PALM HARBOR — Anyone wandering by the Palm Harbor Community Activity Center on Monday evenings is in for a treat: the sound of singing.
In four-part harmony, a dozen or so barbershop singers known as the Crystal-Aires launch into old-fashioned favorites.
Wes Branch, who founded the group here in 1980, has been singing barbershop music for 45 years, beginning in his native Virginia. At age 80, he remains a true aficionado.
"The harmony appeals to me," he said one recent evening at a rehearsal.
As president, he allied the group with the Barbershop Harmony Society, headquartered in Nashville, Tenn. From that parent society, barbershop groups around the country gather songs that lend themselves to the barbershop sound.
"We have basic songs that everyone in barbershop learns so you can go anywhere to sing them," Branch said.
Barbershop music has a distinctive style. It utilizes four male voices — lead or straight melody, with bass, baritone and tenor carrying the harmony. The music emphasizes long vowel sounds.
"In barbershop, you hold the vowel as long as you can," said Jack Rickert, 83, who drives up from Largo to direct the singers.
The resulting sound is smooth and soothing.
Rickert said that music from the 1890s through the 1920s works best.
The songs are classics, readily recognizable by seniors. Favorites include Sweet Adeline, Heart of My Heart, My Wild Irish Rose and Hello Mary Lou.
Branch noted that one of those oldies, Down by the Old Mill Stream, goes back to the roots of barbershop music.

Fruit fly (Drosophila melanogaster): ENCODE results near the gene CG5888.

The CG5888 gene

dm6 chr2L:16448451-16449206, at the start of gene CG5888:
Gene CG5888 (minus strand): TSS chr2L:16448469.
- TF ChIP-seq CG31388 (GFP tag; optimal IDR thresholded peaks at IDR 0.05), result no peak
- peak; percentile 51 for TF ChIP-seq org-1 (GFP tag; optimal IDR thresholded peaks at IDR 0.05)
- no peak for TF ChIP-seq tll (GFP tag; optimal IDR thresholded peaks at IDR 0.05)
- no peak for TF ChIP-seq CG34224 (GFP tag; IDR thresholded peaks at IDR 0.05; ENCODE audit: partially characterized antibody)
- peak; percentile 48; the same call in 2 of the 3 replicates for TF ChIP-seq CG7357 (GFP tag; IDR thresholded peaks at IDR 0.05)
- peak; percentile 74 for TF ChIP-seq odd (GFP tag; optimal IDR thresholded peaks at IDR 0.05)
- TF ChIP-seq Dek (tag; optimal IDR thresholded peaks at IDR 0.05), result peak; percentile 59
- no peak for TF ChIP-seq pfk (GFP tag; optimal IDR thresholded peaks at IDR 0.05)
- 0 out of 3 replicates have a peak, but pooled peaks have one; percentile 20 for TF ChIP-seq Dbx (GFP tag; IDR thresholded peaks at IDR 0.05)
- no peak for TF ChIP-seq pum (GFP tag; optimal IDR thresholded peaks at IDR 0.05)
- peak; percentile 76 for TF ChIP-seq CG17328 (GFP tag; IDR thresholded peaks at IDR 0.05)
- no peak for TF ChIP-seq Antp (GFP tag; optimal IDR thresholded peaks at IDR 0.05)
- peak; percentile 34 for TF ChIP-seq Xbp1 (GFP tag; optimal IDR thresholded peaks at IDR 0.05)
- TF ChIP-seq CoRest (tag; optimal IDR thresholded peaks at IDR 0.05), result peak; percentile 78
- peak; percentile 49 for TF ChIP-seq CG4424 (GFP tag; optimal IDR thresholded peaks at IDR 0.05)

Many more modern songs don't lend themselves to the barbershop style, said Rickert, but a few have proved adaptable. That evening, for example, the men gave a rendition of For the Good Times, by composer/singer Kris Kristofferson.
The singers appear to have found their home in barbershop.
Fritz Weizel, 83, who grew up in a musical family in Pittsburgh, moved to Palm Harbor 25 years ago, bringing his musical ear along.
"It's a unique and challenging way to sing," he said. "You hear the pitch pipe and then you're on your own with no accompaniment."
Donning white pants and shoes, along with blue knit shirts, singers with the Crystal-Aires perform at clubhouses, nursing homes, churches and social events. They don't charge to entertain nonprofit organizations.
For $50, they also provide singing valentines delivered to homes or offices on Valentine's Day.
Branch said that going to the Barbershop Harmony Society conventions reminds him of what is special about barbershop.
"No one cares about your job, your politics or your religion," he said. "We all have a common interest in singing and the fellowship you can derive from a group like this."